Republicans rejected the nomination, drawing a rebuke from Mr. Kaine who promised a budget fight in response. He made good on the threat by forcing the legislature into a special session to debate details of various transportation proposals (finally winning passage of a transportation bill last year). On the stump, Mr. Kaine turned the rejection of Mr. LeBlanc to his advantage, using it to rally union support and raise money for other Democrats, including Jim Webb in his successful bid to unseat Republican Sen. George Allen two years ago.

Bottom line: If Mr. Obama is looking for someone who is non-threatening to the average voter, but who will be a loyal liberal soldier, Mr. Kaine fits the bill. The base will be happy with him; he brings the possibility of carrying Virginia, potentially a crucial battleground state. On the margins he will appeal to swing voters. The one thing he won't deliver is a reputation for major policy accomplishments or conspicuous substantive experience that would offset Mr. Obama's own weakness in these areas.

-- Brendan Miniter
The Show Me (A Good Race) State

 Looking for exciting races to watch outside of the presidential election? You can almost skip right over this year's contests for governor, which feature a severe dearth of competition. One reason is that only 11 of the 50 states hold elections for their top spot in presidential years; another reason is that of this year's 11 contests, only three feature open seats and just two of those will be competitive in November.

However, one race to keep an eye on is Missouri's, where things got a lot more interesting in January when Republican Gov. Matt Blunt announced unexpectedly that he would not seek re-election. Suddenly, Democratic Attorney General Jay Nixon, who had been running against Blunt since 2005, was given a huge edge in the race. Mr. Nixon did not face a competitive primary challenge, unlike the GOP, which had a number of people interested in filling Mr. Blunt's shoes. The winner was Rep. Kenny Hulshof, who's held the 9th Congressional District seat since 1996. He will now face Mr. Nixon after squeaking past state Treasurer Sarah Steelman in Tuesday's GOP primary by 49% to 45%.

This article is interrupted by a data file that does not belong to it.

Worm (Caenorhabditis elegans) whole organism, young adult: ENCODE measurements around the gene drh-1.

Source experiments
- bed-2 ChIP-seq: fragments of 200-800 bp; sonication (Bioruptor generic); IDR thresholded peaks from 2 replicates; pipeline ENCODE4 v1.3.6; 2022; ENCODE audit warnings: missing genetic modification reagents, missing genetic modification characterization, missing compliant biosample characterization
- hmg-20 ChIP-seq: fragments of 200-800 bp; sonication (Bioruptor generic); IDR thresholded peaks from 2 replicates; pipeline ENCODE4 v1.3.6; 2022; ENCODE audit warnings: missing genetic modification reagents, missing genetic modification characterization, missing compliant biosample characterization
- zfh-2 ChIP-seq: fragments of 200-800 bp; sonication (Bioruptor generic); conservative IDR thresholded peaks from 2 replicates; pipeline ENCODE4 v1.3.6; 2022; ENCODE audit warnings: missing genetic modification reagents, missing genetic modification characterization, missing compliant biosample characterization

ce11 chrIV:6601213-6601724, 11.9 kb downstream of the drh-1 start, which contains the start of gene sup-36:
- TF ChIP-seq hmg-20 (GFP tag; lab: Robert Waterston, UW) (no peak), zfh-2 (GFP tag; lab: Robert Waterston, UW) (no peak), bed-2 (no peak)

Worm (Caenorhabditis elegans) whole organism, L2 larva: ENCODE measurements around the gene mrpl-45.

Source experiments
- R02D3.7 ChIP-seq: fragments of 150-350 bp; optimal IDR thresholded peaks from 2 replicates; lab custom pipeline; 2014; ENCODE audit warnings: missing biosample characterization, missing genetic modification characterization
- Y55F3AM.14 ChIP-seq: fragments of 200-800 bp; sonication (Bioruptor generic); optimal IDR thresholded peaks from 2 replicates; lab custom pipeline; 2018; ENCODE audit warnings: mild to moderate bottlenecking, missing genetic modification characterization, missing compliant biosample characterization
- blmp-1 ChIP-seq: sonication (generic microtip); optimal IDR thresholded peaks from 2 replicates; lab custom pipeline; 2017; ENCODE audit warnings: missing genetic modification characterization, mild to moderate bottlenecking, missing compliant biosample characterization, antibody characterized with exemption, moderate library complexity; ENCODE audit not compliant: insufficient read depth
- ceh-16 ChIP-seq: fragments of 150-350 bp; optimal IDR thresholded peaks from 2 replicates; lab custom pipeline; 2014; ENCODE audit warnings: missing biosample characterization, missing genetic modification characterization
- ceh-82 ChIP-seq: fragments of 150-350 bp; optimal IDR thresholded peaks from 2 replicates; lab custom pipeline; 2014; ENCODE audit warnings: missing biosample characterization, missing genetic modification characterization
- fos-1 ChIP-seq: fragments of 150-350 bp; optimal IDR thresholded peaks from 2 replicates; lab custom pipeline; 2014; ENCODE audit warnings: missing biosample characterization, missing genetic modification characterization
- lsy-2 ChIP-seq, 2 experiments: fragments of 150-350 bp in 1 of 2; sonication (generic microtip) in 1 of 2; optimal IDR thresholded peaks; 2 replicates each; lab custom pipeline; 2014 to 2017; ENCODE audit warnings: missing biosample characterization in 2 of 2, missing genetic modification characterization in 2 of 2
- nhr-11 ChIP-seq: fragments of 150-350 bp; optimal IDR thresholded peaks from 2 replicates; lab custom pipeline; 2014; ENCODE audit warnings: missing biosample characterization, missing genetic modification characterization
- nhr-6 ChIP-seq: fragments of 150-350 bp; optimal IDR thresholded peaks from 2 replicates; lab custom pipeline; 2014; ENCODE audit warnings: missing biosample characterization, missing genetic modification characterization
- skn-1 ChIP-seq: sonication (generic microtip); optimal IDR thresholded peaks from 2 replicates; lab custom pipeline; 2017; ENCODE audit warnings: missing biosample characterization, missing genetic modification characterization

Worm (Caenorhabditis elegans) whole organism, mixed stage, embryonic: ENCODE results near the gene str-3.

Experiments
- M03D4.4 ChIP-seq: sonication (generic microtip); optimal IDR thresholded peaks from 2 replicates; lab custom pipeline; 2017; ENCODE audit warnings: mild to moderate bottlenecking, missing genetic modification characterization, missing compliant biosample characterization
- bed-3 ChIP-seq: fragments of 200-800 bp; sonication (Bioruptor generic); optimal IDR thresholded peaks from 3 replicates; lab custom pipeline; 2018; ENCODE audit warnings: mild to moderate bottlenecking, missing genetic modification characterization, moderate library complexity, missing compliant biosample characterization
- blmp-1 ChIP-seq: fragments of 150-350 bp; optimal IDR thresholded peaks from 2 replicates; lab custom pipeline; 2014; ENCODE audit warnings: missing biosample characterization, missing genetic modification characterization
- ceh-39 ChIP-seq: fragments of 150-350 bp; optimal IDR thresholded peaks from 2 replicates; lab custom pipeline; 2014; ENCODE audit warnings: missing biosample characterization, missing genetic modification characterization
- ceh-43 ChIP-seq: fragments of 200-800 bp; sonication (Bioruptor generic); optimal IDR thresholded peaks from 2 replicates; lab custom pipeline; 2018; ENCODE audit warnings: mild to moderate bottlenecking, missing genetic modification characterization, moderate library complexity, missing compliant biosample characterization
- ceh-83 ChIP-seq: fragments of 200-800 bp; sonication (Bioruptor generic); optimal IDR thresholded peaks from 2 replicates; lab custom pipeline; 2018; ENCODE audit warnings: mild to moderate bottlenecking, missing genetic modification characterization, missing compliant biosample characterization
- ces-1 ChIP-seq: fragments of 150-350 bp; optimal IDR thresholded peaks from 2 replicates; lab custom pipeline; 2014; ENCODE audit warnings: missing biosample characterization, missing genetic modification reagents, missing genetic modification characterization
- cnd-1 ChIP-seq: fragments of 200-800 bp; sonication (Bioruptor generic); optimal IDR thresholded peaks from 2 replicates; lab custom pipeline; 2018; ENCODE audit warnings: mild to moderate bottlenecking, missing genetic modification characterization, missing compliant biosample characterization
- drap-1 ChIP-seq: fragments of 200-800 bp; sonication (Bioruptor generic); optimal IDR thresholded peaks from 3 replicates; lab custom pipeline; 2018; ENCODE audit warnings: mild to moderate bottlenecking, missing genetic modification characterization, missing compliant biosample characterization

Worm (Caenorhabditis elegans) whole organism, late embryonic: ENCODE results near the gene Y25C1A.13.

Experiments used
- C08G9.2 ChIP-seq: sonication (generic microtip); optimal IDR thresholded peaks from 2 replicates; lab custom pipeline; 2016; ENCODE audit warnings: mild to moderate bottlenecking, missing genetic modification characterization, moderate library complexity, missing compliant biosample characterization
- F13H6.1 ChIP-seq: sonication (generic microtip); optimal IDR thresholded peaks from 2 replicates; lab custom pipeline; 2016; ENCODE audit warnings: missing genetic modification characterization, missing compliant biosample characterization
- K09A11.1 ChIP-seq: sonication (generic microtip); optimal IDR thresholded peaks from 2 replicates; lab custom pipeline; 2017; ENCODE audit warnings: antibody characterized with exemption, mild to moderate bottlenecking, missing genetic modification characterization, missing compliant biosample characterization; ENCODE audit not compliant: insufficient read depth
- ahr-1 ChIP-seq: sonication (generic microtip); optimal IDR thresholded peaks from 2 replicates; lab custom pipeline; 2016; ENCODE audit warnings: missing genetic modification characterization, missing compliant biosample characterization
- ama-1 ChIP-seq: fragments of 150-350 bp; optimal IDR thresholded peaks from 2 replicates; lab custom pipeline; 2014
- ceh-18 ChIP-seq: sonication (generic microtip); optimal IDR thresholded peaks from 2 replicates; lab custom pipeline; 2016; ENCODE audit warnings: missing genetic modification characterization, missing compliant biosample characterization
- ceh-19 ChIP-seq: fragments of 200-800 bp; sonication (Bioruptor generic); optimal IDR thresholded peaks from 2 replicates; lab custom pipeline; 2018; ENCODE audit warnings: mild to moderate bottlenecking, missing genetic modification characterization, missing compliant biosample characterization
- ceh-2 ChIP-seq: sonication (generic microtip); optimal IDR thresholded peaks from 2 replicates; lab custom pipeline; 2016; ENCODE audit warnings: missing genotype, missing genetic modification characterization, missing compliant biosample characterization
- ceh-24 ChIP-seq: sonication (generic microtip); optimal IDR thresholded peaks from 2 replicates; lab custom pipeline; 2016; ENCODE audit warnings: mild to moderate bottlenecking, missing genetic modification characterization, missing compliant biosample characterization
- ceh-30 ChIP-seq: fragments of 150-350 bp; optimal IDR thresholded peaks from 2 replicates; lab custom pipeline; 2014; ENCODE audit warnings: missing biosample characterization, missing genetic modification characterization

Interestingly, even the eventual loser of this race could be someone to watch. The last two candidates defeated in Missouri governor races have gone on to win a U.S. Senate seat. Republican Jim Talent lost to Bob Holden in 2000 and two years later defeated Jean Carnahan in the special election to fill the Senate seat won by her late husband. In 2004, Democrat Claire McCaskill lost to Mr. Blunt and two years later knocked Mr. Talent out of his Senate seat. Think Republican Sen. Kit Bond, who's up for re-election in 2010, is watching this one with interest?

-- Kyle Trygstad,
Quote of the Day

"[Hillary] Clinton has been giving tacit encouragement to suggestions that her name be placed in nomination at the [Democratic] convention, a symbolic move that would be a reminder of the bruising primary battle. 'No decisions have been made,' Clinton said when asked in California -- to whoops and applause -- about that possibility. Still, it was hard to miss what Clinton would like to see in the pointed way she added, 'Delegates can decide to do this on their own. They don't need permission'" -- Time magazine, reporting on the lingering bitterness of the Clinton forces over their defeat by Barack Obama.

Talking Freedom to China

 HONG KONG -- President Bush's remarks in Bangkok today show that he, for one, is going to China with his eyes open. At his stop in Thailand, he delivered a speech that was pitch-perfect on the legitimate interest the outside world takes in China's human rights.

"America stands in firm opposition to China's detention of political dissidents and human rights advocates and religious activists," he said. "We speak out for a free press, freedom of assembly, and labor rights -- not to antagonize China's leaders, but because trusting its people with greater freedom is the only way for China to develop its full potential."